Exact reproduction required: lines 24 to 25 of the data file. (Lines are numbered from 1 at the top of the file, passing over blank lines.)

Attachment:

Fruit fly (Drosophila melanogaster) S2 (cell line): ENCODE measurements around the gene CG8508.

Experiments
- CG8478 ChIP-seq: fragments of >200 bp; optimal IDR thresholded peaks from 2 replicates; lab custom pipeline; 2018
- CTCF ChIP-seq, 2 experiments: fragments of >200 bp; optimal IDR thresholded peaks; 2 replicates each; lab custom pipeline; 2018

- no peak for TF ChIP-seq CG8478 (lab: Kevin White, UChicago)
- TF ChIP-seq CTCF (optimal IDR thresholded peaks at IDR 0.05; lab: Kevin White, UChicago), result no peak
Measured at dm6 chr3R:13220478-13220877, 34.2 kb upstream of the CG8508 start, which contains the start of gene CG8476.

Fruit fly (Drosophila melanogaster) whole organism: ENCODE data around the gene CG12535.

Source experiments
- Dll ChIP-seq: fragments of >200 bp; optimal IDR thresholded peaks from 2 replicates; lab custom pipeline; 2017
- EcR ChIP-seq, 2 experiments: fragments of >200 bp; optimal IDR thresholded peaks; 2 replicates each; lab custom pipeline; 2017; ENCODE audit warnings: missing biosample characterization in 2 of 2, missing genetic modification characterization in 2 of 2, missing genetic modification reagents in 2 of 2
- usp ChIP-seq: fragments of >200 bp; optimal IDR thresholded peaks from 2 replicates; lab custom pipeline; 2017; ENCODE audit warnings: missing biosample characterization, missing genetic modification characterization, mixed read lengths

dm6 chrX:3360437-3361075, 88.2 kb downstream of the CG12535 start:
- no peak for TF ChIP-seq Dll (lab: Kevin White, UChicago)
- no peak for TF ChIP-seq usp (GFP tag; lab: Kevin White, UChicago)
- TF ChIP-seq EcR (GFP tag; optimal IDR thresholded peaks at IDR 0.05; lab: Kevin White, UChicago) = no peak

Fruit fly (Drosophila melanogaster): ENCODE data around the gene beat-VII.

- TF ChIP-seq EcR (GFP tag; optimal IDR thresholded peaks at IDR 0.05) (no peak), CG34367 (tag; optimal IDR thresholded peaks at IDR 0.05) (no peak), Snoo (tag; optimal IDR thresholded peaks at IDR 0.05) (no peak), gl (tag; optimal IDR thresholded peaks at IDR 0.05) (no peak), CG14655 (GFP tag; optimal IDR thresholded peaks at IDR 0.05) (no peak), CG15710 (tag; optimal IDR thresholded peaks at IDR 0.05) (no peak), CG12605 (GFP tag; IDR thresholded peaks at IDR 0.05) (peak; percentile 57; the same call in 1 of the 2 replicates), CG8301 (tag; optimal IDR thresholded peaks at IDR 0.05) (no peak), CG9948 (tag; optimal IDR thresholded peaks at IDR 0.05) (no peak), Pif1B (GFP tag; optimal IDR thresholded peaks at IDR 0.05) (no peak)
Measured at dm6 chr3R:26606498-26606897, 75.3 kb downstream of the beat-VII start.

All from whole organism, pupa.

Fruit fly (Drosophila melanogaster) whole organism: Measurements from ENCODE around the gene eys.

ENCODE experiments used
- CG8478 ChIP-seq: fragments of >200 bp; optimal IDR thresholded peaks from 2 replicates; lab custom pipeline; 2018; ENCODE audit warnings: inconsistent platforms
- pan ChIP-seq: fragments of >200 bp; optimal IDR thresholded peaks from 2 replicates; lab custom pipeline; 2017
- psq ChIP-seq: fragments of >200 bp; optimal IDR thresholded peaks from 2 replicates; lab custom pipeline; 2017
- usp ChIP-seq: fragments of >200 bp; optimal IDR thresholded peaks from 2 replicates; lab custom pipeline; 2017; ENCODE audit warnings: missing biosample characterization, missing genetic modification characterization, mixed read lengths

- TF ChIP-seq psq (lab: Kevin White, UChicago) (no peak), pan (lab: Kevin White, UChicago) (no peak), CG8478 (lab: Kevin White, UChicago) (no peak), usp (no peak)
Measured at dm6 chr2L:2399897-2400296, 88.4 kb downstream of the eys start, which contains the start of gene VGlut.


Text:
- pan ChIP-seq: fragments of >200 bp; optimal IDR thresholded peaks from 2 replicates; lab custom pipeline; 2017
- psq ChIP-seq: fragments of >200 bp; optimal IDR thresholded peaks from 2 replicates; lab custom pipeline; 2017